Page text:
From the composition of early Solar System condensates it is well know that now-extinct short-lived radionuclides (SLR) were present at the time when these condensates formed . One of the current scenario for the origin of these SLRs involves an external stellar source to have polluted the early Solar System. One main issue with this scenario is to find an appropriate source that could generate the unique pattern as seen in the SLRs [see, e.g., 2]. We investigate the production of SLRs in a nearby Super Asymptotic Giant Branch (SAGB) star, including for the first time the radionuclides heavier than Fe. SAGB stars have initial stellar masses in the range of ~ 7–11 solar masses [3,4]. They burn H, He, and C in their core, but do not experience further core burning. After core C burning they go through the SAGB phase, with the H and He shells activated alternately, episodic thermal pulses in the He shell, and strong stellar winds driving the H-rich envelope into the surrounding interstellar medium. The final remnants of the evolution of SAGB stars are mostly O-Ne white dwarfs, although electron capture supernovae could also occur.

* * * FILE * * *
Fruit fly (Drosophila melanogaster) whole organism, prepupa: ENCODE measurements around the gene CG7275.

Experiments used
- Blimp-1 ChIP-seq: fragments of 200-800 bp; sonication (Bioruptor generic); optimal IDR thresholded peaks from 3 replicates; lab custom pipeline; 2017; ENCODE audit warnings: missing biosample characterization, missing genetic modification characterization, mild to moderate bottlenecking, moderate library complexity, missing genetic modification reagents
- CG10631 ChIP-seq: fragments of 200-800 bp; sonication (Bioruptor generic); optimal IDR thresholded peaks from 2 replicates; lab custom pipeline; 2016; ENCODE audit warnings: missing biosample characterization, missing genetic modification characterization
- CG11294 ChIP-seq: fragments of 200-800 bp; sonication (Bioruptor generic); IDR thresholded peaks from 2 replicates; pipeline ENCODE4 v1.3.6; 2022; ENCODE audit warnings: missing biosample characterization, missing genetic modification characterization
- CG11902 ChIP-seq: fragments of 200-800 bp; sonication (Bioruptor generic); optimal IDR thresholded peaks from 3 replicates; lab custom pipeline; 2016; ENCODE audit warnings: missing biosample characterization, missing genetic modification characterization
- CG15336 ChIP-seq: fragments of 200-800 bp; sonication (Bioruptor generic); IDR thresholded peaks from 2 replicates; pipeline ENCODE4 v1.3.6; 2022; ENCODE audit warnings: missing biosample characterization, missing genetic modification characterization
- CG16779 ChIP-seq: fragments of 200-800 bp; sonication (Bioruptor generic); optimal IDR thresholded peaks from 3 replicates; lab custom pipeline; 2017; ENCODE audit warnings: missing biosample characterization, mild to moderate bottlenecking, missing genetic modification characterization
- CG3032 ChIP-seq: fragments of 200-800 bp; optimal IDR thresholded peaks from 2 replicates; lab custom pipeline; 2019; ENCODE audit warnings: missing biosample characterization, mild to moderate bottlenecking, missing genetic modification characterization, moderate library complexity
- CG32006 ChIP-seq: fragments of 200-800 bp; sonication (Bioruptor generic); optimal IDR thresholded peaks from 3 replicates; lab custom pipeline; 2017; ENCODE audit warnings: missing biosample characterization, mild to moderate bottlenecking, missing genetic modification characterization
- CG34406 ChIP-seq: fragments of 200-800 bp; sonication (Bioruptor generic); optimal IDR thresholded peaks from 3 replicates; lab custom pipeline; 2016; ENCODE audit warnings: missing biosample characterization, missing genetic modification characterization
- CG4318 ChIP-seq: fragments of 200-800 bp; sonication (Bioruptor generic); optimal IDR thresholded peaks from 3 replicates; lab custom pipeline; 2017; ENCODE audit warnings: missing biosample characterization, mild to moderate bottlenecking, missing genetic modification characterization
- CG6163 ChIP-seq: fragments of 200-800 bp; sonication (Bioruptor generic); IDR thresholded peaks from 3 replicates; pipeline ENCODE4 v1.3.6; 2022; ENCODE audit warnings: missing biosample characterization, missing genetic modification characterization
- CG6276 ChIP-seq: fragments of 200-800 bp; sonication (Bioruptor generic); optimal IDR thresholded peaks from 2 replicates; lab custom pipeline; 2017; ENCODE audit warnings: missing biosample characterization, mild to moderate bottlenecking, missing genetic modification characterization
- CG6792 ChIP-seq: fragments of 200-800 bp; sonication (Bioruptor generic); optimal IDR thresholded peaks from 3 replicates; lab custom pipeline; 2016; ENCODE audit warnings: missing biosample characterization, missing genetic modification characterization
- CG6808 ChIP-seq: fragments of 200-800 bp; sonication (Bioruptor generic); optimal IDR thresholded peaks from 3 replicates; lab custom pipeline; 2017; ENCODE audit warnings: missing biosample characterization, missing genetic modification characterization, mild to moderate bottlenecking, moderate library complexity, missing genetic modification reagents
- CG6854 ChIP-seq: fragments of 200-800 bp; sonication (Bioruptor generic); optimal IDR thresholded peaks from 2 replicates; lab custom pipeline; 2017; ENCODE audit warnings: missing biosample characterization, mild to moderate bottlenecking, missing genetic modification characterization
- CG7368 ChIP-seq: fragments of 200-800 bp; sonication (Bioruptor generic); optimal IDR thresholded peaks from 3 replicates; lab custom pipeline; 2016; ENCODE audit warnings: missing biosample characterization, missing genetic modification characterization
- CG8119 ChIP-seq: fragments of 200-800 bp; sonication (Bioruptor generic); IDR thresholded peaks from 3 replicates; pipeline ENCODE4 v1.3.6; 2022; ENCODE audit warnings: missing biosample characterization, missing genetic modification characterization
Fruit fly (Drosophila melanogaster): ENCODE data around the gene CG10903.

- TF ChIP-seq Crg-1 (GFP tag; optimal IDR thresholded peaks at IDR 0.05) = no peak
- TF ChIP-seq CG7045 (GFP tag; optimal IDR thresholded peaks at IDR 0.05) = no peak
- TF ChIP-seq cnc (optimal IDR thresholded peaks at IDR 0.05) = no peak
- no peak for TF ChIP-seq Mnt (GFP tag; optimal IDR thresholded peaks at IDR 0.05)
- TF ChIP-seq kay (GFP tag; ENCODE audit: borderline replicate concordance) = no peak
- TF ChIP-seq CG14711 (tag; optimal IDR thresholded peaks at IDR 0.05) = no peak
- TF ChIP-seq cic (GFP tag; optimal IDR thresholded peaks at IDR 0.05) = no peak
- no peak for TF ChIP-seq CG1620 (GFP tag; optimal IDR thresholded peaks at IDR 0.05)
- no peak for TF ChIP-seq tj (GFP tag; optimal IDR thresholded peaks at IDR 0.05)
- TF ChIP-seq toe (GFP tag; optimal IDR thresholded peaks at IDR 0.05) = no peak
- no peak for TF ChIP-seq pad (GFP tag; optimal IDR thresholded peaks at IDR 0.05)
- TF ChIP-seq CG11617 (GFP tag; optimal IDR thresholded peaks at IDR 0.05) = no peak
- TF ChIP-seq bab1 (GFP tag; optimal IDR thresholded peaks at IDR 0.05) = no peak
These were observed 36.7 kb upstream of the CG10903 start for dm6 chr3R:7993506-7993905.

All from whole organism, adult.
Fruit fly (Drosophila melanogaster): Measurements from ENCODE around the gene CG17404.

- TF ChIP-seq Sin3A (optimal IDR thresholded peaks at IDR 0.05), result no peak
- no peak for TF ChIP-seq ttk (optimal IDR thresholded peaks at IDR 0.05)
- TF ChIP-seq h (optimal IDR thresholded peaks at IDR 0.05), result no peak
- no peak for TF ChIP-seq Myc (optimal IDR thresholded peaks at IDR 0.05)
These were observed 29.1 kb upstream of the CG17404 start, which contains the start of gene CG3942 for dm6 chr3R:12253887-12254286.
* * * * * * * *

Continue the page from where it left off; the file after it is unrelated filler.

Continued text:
|Number of pages||1|
|Publication status||Published - 2012|
|Event||Annual Meeting of the Meteoritical-Society 2012 - Cairns, Australia|
Duration: 12 Aug 2012 → 17 Aug 2012
Conference number: 75th
|Conference||Annual Meeting of the Meteoritical-Society 2012|
|Period||12/08/12 → 17/08/12|
Doherty, C. L., Lugaro, M., Lau, H., Siess, L., Lattanzio, J. C., & Gil-Pons, P. (2012). Production of short-lived radioactive nuclei in super asymptotic giant branch stars. Poster session presented at Annual Meeting of the Meteoritical-Society 2012, Cairns, Australia.